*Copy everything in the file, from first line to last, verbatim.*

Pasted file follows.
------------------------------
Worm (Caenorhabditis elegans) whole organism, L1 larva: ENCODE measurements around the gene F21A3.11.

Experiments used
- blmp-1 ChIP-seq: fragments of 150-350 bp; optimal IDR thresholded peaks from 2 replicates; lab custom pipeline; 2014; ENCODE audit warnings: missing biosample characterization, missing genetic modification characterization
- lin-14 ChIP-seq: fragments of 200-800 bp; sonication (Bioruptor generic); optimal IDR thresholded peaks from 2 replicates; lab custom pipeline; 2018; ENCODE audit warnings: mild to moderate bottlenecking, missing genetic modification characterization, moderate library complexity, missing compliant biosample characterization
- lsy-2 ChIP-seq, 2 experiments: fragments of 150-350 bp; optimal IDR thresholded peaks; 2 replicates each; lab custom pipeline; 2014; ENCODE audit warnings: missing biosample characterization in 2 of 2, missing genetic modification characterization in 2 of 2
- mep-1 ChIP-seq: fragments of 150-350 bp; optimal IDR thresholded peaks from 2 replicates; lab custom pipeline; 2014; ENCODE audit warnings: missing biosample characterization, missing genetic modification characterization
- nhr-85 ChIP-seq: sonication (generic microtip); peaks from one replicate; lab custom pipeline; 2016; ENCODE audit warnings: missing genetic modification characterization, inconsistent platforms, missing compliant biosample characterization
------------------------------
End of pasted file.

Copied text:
Worm (Caenorhabditis elegans) whole organism, L1 larva: ENCODE measurements around the gene F21A3.11.

Experiments used
- blmp-1 ChIP-seq: fragments of 150-350 bp; optimal IDR thresholded peaks from 2 replicates; lab custom pipeline; 2014; ENCODE audit warnings: missing biosample characterization, missing genetic modification characterization
- lin-14 ChIP-seq: fragments of 200-800 bp; sonication (Bioruptor generic); optimal IDR thresholded peaks from 2 replicates; lab custom pipeline; 2018; ENCODE audit warnings: mild to moderate bottlenecking, missing genetic modification characterization, moderate library complexity, missing compliant biosample characterization
- lsy-2 ChIP-seq, 2 experiments: fragments of 150-350 bp; optimal IDR thresholded peaks; 2 replicates each; lab custom pipeline; 2014; ENCODE audit warnings: missing biosample characterization in 2 of 2, missing genetic modification characterization in 2 of 2
- mep-1 ChIP-seq: fragments of 150-350 bp; optimal IDR thresholded peaks from 2 replicates; lab custom pipeline; 2014; ENCODE audit warnings: missing biosample characterization, missing genetic modification characterization
- nhr-85 ChIP-seq: sonication (generic microtip); peaks from one replicate; lab custom pipeline; 2016; ENCODE audit warnings: missing genetic modification characterization, inconsistent platforms, missing compliant biosample characterization